with benzo[a]pyrene induced the CYP1A1 transcript level approximately 11-fold,
whereas the treatment with rifampicin did not significantly change the expression
level of CYP3A4. CYP1A1 was also detected by immunostaining and Western blot.
However, no inducibility of CYP1A1 could be observed on protein level. No functional
activity could be shown in the P450-GLOTM assay.
Only little is known about the impact of P-gp for the distribution of neuroleptic drugs
into the brain. In collaboration with the Psychiatric Clinic of the University of Mainz,
Germany, the potential of neuroleptic drugs and drug metabolites to modulate P-gp
was studied in uptake and efflux assays in the P-gp overexpressing cell line
P388/mdr1. Aripiprazole and quetiapine, and to a lower extend risperidone, the
metabolite 9-OH risperidone, the metabolite norclozapine, and olanzapine could be
identified as P-gp inhibitors. Clozapine was a weak inhibitor of P-gp, while
haloperidol did not show any modulation of P-gp function.
In an industrial collaboration project, we evaluated the BBB permeability of different
preclinical CNS active compounds in porcine BCECs, and aimed to develop a
combined in vitro model, simultaneously studying BBB penetration and
pharmacolological effect.
The investigated preclinical compounds could be ranked according to their BBB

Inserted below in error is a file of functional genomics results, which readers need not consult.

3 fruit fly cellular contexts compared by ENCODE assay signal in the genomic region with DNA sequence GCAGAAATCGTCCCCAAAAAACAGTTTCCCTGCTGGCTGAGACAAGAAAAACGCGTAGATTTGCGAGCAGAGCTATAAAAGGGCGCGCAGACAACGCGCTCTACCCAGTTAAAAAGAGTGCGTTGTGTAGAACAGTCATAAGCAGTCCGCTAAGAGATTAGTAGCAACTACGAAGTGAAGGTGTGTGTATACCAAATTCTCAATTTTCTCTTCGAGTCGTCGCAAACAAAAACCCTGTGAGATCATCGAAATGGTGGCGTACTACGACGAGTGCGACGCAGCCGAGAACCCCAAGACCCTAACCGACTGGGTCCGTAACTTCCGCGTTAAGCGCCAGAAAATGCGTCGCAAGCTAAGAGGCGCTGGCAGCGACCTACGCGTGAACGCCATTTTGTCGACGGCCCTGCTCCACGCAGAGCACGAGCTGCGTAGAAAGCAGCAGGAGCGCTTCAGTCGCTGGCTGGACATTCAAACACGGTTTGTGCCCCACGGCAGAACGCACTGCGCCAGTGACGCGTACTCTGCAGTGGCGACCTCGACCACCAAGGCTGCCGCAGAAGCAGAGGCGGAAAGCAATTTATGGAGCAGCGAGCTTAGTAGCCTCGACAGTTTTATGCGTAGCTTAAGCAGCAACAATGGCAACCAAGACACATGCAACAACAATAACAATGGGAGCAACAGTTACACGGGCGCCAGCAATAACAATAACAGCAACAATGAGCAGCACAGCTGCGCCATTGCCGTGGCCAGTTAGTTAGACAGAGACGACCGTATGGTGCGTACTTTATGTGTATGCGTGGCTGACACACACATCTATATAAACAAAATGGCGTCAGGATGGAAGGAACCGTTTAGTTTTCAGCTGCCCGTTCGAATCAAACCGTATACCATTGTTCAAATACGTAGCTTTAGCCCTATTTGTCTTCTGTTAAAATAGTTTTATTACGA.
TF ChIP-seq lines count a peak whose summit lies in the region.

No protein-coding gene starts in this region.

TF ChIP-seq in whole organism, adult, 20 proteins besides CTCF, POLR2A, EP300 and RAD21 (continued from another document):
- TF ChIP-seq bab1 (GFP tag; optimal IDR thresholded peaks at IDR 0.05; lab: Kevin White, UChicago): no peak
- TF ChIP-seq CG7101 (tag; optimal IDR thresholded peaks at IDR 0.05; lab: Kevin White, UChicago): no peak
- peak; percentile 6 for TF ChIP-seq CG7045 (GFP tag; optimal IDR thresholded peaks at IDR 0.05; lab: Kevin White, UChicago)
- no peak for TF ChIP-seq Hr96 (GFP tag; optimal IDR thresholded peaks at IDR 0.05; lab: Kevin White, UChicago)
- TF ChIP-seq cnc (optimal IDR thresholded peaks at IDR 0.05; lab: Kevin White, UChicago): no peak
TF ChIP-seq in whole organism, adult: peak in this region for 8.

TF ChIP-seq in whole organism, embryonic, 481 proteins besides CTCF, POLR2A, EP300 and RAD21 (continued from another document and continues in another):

permeability in porcine BCEC.
Until now, drug candidates pass through a consecutive series of screening assays,
where in a first screening procedure the antagonism or inhibition of a receptor or
enzyme is tested in vitro. In a second step, the membrane permeability properties are
assessed in cell-culture models (White, 2000). However, CNS-active compounds first
have to pass the BBB (which we assessed with the transport through porcine BCEC);
only this fraction will contribute to the effects on the receptor (which we obtained in a
target receptor screening assay). This situation was incorporated in our combined
approach, improving the screening–criteria for the selection of potential drug
candidates, by reason that a compound with a moderate pharmacological efficacy
(which usually is excluded from further screens), but with high BBB permeability,
might be a better drug candidate, than a compound with a high pharmacological
efficacy but poor BBB permeability properties.
In addition, knowing the dose-response relationship of a test compound in the target
receptor screening assay from a standard curve, we evaluated, whether it was
possible to directly estimate the extent of BBB permeability of a test compound in this
combined in vitro model, which could save elaborate analytical measurements.
In a first approach, we performed the transport of CNS active compounds from AP to
BL in porcine BCEC. The collected samples from the BL compartment were applied
in the target receptor screening assay. Our preliminary experimental results revealed
that this combined in vitro assay might be a promising new approach for the
identification of drug candidates. However, with the future goal of application in
industrial drug screening, extensive further opimization is necessary.
Advisors:Drewe, Jürgen
Committee Members:Huwyler, Jörg
Faculties and Departments:05 Faculty of Science > Departement Pharmazeutische Wissenschaften > Ehemalige Einheiten Pharmazie > Klinische Pharmazie (Drewe)
UniBasel Contributors:Drewe, Jürgen and Huwyler, Jörg
Item Type:Thesis
Thesis Subtype:Doctoral Thesis
Thesis no:7532
Thesis status:Complete
Number of Pages:124
Identification Number:
edoc DOI:
Last Modified:22 Apr 2018 04:30
Deposited On:13 Feb 2009 15:36